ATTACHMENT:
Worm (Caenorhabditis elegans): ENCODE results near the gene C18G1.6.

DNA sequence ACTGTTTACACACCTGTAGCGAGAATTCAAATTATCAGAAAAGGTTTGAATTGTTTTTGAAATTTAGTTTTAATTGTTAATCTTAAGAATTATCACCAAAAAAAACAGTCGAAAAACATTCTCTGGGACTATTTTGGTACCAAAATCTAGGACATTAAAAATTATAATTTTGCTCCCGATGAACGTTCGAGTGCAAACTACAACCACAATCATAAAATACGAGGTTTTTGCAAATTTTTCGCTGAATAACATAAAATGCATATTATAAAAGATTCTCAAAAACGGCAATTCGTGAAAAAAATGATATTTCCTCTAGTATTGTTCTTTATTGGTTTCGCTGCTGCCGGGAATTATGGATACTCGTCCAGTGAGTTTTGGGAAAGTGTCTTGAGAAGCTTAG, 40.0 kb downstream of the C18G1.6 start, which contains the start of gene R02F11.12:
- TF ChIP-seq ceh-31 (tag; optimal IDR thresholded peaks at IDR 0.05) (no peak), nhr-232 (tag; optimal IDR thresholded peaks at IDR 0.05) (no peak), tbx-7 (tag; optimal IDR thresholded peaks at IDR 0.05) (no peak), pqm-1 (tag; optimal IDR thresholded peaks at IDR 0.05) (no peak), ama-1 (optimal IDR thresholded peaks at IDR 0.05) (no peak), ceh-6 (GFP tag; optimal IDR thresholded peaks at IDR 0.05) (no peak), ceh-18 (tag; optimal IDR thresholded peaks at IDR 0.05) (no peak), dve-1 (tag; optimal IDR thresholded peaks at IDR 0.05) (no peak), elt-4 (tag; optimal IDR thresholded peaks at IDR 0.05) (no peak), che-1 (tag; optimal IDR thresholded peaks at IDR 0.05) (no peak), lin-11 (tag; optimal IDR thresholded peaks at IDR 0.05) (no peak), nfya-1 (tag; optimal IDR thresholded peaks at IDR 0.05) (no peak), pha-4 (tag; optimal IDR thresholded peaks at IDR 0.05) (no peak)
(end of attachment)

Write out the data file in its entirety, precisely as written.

Worm (Caenorhabditis elegans): ENCODE results near the gene C18G1.6.

DNA sequence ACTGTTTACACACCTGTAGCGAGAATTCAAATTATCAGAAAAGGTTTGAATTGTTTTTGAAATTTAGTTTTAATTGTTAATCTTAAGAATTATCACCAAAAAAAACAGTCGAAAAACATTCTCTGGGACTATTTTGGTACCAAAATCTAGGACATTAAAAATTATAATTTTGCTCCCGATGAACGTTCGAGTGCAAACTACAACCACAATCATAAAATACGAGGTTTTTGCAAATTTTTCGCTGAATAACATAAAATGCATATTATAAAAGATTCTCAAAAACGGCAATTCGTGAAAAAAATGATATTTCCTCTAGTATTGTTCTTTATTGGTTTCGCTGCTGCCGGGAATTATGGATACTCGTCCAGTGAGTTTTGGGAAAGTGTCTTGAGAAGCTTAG, 40.0 kb downstream of the C18G1.6 start, which contains the start of gene R02F11.12:
- TF ChIP-seq ceh-31 (tag; optimal IDR thresholded peaks at IDR 0.05) (no peak), nhr-232 (tag; optimal IDR thresholded peaks at IDR 0.05) (no peak), tbx-7 (tag; optimal IDR thresholded peaks at IDR 0.05) (no peak), pqm-1 (tag; optimal IDR thresholded peaks at IDR 0.05) (no peak), ama-1 (optimal IDR thresholded peaks at IDR 0.05) (no peak), ceh-6 (GFP tag; optimal IDR thresholded peaks at IDR 0.05) (no peak), ceh-18 (tag; optimal IDR thresholded peaks at IDR 0.05) (no peak), dve-1 (tag; optimal IDR thresholded peaks at IDR 0.05) (no peak), elt-4 (tag; optimal IDR thresholded peaks at IDR 0.05) (no peak), che-1 (tag; optimal IDR thresholded peaks at IDR 0.05) (no peak), lin-11 (tag; optimal IDR thresholded peaks at IDR 0.05) (no peak), nfya-1 (tag; optimal IDR thresholded peaks at IDR 0.05) (no peak), pha-4 (tag; optimal IDR thresholded peaks at IDR 0.05) (no peak)